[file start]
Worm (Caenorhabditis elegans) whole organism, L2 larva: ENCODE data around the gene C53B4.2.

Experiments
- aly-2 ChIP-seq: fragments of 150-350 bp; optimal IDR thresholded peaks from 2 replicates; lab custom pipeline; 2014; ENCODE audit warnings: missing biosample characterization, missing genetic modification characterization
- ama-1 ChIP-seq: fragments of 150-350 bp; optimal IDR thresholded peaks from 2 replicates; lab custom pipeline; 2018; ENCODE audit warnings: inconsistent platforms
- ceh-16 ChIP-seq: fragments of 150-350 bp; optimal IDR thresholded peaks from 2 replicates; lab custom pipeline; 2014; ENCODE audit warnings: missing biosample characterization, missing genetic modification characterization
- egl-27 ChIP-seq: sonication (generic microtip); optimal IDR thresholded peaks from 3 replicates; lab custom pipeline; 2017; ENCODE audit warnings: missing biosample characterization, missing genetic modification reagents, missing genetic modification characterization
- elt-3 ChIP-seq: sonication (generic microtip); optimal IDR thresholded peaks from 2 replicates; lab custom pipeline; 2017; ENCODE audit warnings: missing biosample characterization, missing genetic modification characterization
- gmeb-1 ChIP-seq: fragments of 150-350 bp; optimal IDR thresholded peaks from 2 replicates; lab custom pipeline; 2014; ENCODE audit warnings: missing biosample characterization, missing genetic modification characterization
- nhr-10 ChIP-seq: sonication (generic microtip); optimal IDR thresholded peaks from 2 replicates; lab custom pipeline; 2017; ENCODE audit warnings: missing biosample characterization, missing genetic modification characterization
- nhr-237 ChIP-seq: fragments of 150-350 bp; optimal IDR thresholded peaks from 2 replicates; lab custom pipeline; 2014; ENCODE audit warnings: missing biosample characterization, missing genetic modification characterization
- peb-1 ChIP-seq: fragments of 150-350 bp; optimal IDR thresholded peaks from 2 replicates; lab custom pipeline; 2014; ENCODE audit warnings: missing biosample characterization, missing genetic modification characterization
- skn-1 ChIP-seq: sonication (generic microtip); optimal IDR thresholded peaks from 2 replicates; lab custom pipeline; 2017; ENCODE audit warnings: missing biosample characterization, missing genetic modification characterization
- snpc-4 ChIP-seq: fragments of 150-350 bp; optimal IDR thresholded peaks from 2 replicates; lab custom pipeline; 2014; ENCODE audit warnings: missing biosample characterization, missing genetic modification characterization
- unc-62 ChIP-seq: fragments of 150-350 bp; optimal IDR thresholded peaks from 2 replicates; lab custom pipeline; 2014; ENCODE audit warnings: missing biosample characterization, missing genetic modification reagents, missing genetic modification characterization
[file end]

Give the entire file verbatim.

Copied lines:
Worm (Caenorhabditis elegans) whole organism, L2 larva: ENCODE data around the gene C53B4.2.

Experiments
- aly-2 ChIP-seq: fragments of 150-350 bp; optimal IDR thresholded peaks from 2 replicates; lab custom pipeline; 2014; ENCODE audit warnings: missing biosample characterization, missing genetic modification characterization
- ama-1 ChIP-seq: fragments of 150-350 bp; optimal IDR thresholded peaks from 2 replicates; lab custom pipeline; 2018; ENCODE audit warnings: inconsistent platforms
- ceh-16 ChIP-seq: fragments of 150-350 bp; optimal IDR thresholded peaks from 2 replicates; lab custom pipeline; 2014; ENCODE audit warnings: missing biosample characterization, missing genetic modification characterization
- egl-27 ChIP-seq: sonication (generic microtip); optimal IDR thresholded peaks from 3 replicates; lab custom pipeline; 2017; ENCODE audit warnings: missing biosample characterization, missing genetic modification reagents, missing genetic modification characterization
- elt-3 ChIP-seq: sonication (generic microtip); optimal IDR thresholded peaks from 2 replicates; lab custom pipeline; 2017; ENCODE audit warnings: missing biosample characterization, missing genetic modification characterization
- gmeb-1 ChIP-seq: fragments of 150-350 bp; optimal IDR thresholded peaks from 2 replicates; lab custom pipeline; 2014; ENCODE audit warnings: missing biosample characterization, missing genetic modification characterization
- nhr-10 ChIP-seq: sonication (generic microtip); optimal IDR thresholded peaks from 2 replicates; lab custom pipeline; 2017; ENCODE audit warnings: missing biosample characterization, missing genetic modification characterization
- nhr-237 ChIP-seq: fragments of 150-350 bp; optimal IDR thresholded peaks from 2 replicates; lab custom pipeline; 2014; ENCODE audit warnings: missing biosample characterization, missing genetic modification characterization
- peb-1 ChIP-seq: fragments of 150-350 bp; optimal IDR thresholded peaks from 2 replicates; lab custom pipeline; 2014; ENCODE audit warnings: missing biosample characterization, missing genetic modification characterization
- skn-1 ChIP-seq: sonication (generic microtip); optimal IDR thresholded peaks from 2 replicates; lab custom pipeline; 2017; ENCODE audit warnings: missing biosample characterization, missing genetic modification characterization
- snpc-4 ChIP-seq: fragments of 150-350 bp; optimal IDR thresholded peaks from 2 replicates; lab custom pipeline; 2014; ENCODE audit warnings: missing biosample characterization, missing genetic modification characterization
- unc-62 ChIP-seq: fragments of 150-350 bp; optimal IDR thresholded peaks from 2 replicates; lab custom pipeline; 2014; ENCODE audit warnings: missing biosample characterization, missing genetic modification reagents, missing genetic modification characterization